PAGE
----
Tuesday, September 03, 2019

We all make diagnostic errors

by Dan Mayer, MD

Recognizing how your brain works — and better understanding the situations when you’re likely to slip up — can help you make fewer mistakes.

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Tuesday, August 27, 2019

Making care safer for sick kids at home

by Amy Louise Billett, MD

Every day, millions of parents measure medications, assess symptoms, or even care for central lines for their sick or disabled children at home. A safety expert argues that hospitals can — and must — prepare them better.

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Friday, August 09, 2019

It’s time to get serious about resident wellness

by Srijan Sen, MD, PhD

It’s not enough to offer meditation and teach yoga. Institutions need systemic changes to protect the well-being of trainees, argues a researcher who has studied thousands of residents.

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Tuesday, August 06, 2019

It’s time to end gun violence

by David J. Skorton, MD

AAMC President and CEO David J. Skorton, MD, calls on academic medicine to be a voice against the hatred that fuels mass shootings, and to work toward solutions to prevent firearm-related tragedies.

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R2-D2. The Jetson’s Rosie. WALL-E, Baymax from Big Hero 6, and the Transformers — all these live only in various imaginary worlds. But stepping — or rolling — out of science fiction and into hospitals each day are thousands of real robots capable of performing varied bits of high-tech magic. 

Setting aside surgical robots — a growing and sometimes hotly debated field — robots in hospitals tackle a broad range of tasks. They help guide rehabilitation exercises, shoot UV rays to disinfect rooms, and chug along hallways delivering everything from linens to lunches. Sometimes, they even offer patients much-needed emotional support. 

“There’s a whole variety of things robots can do,” says Anil Kishore, MS, associate director of pharmacy at MedStar Washington Hospital Center, where robots deliver nearly 80,000 medications to care providers each year. “The goal is the harnessing of technology for safe patient care. We want to free up humans to do more substantial tasks. This is about figuring out how to use technology to your best advantage.”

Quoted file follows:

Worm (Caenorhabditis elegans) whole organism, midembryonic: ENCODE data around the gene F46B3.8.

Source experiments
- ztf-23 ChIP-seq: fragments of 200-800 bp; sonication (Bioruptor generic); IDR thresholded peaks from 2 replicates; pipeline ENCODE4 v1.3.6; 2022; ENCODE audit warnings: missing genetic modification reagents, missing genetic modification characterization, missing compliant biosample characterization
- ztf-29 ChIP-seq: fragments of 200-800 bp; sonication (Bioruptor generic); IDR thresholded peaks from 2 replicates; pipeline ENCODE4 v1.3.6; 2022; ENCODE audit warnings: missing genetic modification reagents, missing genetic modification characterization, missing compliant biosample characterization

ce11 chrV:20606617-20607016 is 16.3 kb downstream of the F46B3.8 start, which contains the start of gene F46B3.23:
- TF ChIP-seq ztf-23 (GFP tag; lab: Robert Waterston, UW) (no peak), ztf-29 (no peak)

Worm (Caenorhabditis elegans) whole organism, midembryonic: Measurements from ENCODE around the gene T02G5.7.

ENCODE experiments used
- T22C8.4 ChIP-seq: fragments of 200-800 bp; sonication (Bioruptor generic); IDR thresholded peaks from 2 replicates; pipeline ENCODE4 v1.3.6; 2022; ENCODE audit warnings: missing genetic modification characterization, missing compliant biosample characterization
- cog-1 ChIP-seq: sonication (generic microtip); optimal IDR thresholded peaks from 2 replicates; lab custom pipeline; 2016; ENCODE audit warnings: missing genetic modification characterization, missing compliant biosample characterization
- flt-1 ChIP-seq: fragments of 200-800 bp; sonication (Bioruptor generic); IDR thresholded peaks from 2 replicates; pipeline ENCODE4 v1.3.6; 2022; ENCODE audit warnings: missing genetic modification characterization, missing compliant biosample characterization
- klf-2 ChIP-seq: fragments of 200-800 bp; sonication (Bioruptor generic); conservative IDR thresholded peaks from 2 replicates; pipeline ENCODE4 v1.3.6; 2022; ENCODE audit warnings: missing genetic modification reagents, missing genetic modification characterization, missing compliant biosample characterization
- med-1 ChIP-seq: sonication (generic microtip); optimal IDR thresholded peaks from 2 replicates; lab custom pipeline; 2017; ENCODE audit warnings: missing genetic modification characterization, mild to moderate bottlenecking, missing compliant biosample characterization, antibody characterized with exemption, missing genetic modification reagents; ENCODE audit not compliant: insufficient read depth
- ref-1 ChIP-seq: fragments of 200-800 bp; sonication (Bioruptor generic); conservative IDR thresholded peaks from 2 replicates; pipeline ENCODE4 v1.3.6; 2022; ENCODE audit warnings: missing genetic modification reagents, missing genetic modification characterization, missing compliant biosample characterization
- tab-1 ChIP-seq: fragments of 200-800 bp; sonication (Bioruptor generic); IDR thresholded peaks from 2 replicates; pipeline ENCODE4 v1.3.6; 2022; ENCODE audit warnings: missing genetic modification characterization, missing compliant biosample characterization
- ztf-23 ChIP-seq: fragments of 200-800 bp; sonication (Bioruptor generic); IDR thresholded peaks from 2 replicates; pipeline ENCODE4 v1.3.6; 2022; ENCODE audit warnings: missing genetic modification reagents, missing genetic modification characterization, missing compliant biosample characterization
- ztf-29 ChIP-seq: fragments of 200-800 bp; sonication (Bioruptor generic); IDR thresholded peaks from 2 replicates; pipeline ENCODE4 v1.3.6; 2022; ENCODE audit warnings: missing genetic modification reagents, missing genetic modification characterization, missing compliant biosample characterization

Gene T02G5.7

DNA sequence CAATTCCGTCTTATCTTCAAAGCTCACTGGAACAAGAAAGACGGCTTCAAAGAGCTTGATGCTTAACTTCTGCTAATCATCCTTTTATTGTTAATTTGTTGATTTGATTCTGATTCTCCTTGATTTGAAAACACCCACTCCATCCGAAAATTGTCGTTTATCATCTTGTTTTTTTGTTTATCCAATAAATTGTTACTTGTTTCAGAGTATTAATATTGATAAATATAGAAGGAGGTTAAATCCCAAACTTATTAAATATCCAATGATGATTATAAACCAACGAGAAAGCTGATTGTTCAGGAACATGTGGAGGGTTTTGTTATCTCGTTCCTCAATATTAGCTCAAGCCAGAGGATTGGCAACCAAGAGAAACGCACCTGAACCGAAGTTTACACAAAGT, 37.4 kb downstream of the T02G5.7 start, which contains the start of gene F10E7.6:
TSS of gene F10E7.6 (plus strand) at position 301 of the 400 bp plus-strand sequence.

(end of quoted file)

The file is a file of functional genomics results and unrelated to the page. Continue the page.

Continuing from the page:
Indeed, when it comes to certain jobs, robots are faster, stronger, cheaper, and less prone to error than their human counterparts, say experts. And they can plod along with an unparalleled single-mindedness.

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Academic Medicine in the News

Tuesday, August 20, 2019

Getting men to the doctor with “Man Cave Health”

Men are less likely than women to get an annual physical and more likely to work or play through pain or injury. To address this issue and to spread awareness about prostate cancer, the department of urology at Mount Sinai Health System has partnered with a nonprofit organization called Man Cave Health to create a sports-themed doctor’s office that houses multiple specialists along with educational resources on prostate health.

Tuesday, August 20, 2019

Med student gets closer to home by serving local community

Mario Castellanos, a third-year medical student at the Medical College of Wisconsin (MCW), grew up in the second-largest city in Honduras, and has found similarities between that community and the Hispanic community in east Milwaukee. Working with the MCW chapter of the Latino Medical Student Association, Mario has engaged young local students in science and medicine, among other efforts.

Tuesday, August 20, 2019

Making academia more inclusive through drag

Through the “Science is a Drag” drag show, researchers at McMaster University in Toronto, Canada, work to create science-centric events and spaces that are inclusive of the LGBTQ+ community. At the event, scientists perform in drag and then provide jargon-free descriptions of their research.